With React, you can create reusable components that will always render the same data in the same way, which wasn’t always the case pre-React. Let’s say you’re a huge Olympics fan and you build a React website for tracking scores. Users who visit your site won’t need to wait for the entire tree to deconstruct and reconstruct when the newest data on the half-pipe is available. React components will efficiently update to accommodate the changing data.
React uses a virtual tree reconciliation method to react to changes in input data. Whenever any data changes, instead of rebuilding the whole DOM tree (which would be slow) — it decides what changed in its virtual DOM and then makes the smallest number of DOM changes necessary. The virtual tree is in contrast to something like vanilla JS or jQuery where you are setting/updating DOM nodes directly.
Almost all current JS frameworks (e.g. Angular, Vue, etc.) are approaching similar mechanisms.
Switching your site(s) to new technologies optimally involves incrementally transferring your site over, page by page, to the new technology. This is difficult to do with some new frontend technologies which want to control the entire page. These technologies are like your friend who wants to take over every social event they get invited to.
React is not picky; it is happy to be used in only parts of your site, so you can incrementally refactor your code in React. It’s more like an easy-going friend who is happy to help with just part of the party you’re throwing. It plays nicely with others!
React components and subcomponents tend to come from breaking your website down into the smallest bits possible, using the single responsibility principle.
For example, in a To-Do list, the hierarchy of components would include:
- add a to-do line
- to-do line
- subtasks within to-dos
- show completed to-dos button
The Reactjs.org website recommends that you work with your designer(s) when creating a hierarchy of React components and subcomponents, because the designers probably already have names for each small piece of the design, and you can make sure your components have the same names.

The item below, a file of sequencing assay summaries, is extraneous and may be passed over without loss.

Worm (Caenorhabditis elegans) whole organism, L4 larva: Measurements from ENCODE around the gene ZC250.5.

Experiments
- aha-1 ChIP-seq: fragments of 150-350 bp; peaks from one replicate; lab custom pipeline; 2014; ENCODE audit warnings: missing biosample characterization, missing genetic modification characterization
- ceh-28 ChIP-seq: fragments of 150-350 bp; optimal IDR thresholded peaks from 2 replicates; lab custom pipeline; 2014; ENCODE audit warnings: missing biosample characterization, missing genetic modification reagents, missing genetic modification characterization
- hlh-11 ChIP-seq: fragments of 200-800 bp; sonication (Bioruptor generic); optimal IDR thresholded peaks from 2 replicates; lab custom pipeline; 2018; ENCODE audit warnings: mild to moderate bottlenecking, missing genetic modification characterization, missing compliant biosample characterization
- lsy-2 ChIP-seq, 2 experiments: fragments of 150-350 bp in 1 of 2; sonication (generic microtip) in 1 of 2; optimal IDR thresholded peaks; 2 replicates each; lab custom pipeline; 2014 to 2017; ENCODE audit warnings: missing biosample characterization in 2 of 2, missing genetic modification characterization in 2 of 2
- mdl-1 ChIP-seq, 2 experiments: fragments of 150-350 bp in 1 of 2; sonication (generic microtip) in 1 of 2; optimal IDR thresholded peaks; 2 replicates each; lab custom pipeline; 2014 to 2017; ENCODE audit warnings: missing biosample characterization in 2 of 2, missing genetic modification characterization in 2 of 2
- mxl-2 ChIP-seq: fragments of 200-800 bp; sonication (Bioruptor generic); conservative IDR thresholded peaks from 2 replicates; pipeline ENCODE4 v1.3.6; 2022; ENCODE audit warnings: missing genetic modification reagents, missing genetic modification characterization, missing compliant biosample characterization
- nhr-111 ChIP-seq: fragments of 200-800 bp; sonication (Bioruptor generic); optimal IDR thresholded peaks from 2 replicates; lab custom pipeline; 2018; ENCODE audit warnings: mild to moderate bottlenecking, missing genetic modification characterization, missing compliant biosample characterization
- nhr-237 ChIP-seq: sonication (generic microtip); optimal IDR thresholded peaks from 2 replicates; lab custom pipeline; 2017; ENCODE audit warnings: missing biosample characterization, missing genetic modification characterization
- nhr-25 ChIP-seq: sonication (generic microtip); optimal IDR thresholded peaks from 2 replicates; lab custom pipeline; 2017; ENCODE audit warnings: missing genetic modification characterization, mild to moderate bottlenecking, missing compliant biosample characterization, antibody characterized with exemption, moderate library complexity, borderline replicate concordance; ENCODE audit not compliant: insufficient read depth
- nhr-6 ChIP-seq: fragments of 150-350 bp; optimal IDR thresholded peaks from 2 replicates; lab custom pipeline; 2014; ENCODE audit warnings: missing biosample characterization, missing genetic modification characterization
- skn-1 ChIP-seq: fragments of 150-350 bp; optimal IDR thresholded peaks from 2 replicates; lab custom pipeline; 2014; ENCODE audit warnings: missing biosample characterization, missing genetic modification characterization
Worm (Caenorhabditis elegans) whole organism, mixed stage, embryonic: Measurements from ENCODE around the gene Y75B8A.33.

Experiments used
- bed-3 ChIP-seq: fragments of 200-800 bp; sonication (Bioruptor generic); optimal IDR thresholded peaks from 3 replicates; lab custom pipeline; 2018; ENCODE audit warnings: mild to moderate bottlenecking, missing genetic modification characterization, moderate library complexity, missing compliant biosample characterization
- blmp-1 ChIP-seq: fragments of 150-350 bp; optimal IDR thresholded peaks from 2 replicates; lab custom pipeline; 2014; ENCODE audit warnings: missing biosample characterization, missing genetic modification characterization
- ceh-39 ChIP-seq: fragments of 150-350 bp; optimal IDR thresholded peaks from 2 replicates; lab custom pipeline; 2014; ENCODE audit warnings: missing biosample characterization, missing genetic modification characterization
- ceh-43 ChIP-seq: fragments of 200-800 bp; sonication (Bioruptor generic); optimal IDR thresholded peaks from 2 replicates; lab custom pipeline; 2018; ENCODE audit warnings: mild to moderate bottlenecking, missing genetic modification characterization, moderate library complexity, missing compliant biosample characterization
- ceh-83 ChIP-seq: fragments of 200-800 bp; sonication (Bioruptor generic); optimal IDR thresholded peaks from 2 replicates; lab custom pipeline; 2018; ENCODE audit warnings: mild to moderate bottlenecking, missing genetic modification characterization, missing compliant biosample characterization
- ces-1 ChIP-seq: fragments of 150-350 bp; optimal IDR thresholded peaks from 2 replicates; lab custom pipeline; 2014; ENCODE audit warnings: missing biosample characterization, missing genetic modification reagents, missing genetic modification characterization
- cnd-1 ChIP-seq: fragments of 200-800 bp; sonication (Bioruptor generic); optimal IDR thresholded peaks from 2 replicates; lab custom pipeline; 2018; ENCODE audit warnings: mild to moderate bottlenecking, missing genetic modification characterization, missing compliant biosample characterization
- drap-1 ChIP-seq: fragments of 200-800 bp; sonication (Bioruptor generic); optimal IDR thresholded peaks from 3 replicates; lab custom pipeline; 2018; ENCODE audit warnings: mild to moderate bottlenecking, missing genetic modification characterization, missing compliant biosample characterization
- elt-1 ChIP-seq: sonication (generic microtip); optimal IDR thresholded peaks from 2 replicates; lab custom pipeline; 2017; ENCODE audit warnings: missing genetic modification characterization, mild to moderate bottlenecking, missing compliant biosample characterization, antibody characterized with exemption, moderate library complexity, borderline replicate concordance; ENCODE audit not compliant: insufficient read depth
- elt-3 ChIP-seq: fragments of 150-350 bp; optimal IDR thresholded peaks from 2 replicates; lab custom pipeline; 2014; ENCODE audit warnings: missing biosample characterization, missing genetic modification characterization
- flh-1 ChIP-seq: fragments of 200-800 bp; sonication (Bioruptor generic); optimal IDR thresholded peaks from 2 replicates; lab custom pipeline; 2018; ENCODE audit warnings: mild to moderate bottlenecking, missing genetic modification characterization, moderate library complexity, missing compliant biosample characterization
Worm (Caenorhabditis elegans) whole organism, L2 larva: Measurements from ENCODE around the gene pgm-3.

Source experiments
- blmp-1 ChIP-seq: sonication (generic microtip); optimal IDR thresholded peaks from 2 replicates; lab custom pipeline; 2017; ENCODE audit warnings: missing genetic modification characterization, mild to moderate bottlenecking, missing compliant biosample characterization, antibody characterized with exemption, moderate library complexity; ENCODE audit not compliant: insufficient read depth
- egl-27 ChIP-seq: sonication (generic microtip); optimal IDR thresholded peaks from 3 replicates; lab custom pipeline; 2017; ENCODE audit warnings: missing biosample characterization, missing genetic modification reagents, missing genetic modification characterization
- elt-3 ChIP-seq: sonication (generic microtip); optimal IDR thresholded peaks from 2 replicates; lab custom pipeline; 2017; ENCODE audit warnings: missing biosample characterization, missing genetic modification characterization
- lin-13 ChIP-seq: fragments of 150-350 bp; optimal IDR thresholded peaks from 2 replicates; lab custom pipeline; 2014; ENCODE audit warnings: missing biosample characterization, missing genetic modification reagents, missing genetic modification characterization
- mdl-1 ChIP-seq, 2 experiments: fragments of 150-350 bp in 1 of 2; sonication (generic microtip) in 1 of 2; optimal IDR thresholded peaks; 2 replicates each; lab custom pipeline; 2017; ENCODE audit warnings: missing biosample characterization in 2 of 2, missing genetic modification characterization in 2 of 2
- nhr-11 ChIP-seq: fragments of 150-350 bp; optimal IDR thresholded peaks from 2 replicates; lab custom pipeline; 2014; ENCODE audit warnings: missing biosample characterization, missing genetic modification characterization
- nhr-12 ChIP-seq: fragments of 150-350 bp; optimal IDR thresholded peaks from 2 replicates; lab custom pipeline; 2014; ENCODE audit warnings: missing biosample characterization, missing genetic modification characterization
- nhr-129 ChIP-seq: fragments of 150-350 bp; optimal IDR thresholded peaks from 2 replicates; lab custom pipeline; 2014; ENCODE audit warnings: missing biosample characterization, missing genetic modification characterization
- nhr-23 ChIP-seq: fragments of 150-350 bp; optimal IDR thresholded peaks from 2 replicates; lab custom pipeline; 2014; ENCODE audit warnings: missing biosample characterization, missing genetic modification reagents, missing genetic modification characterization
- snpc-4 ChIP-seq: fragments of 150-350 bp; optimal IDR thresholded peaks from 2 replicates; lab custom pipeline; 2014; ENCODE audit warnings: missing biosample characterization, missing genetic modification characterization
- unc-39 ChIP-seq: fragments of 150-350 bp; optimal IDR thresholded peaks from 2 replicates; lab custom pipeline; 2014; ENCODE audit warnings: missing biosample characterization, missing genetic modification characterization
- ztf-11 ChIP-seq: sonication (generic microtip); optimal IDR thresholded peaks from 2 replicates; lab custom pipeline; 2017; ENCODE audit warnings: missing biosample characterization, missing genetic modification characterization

React components work just like other functions in any programming language because we call components with some input (called “property” in React) and spit out an output (a chunk of UI in React). Also, components are reusable and can contain other components. All these things are the same as other functions in other programming languages.
Gatsby is a great way to build websites with React and actually solves some unique problems by making the following things more straightforward:
- Pulling in data: In Gatsby, GraphQL and plugins help you use data from nearly any source, including both traditional CMSs and headless CMSs. Some people I’ve talked to recently even built their Gatsby sites with Google sheets as the data source.
- Creating pages and routes: Gatsby also gives you an intuitive interface for creating pages and routes. So intuitive, in fact, that when I talked to a coworker, I said, “I remember creating pages and links to those pages from other pages, but I don’t remember creating any routes in Gatsby.” They responded, “Yeah, Gatsby took care of that for you.”
- Solving performance problems: Gatsby sites rarely have performance problems due to Gatsby’s way of loading static files.
Gatsby combines the awesomeness of React with all the friendly helpfulness you’d hope for in a modern PWA framework. Get started with Gatsby, happy coding, and let us know how it goes by joining us on Twitter and GitHub!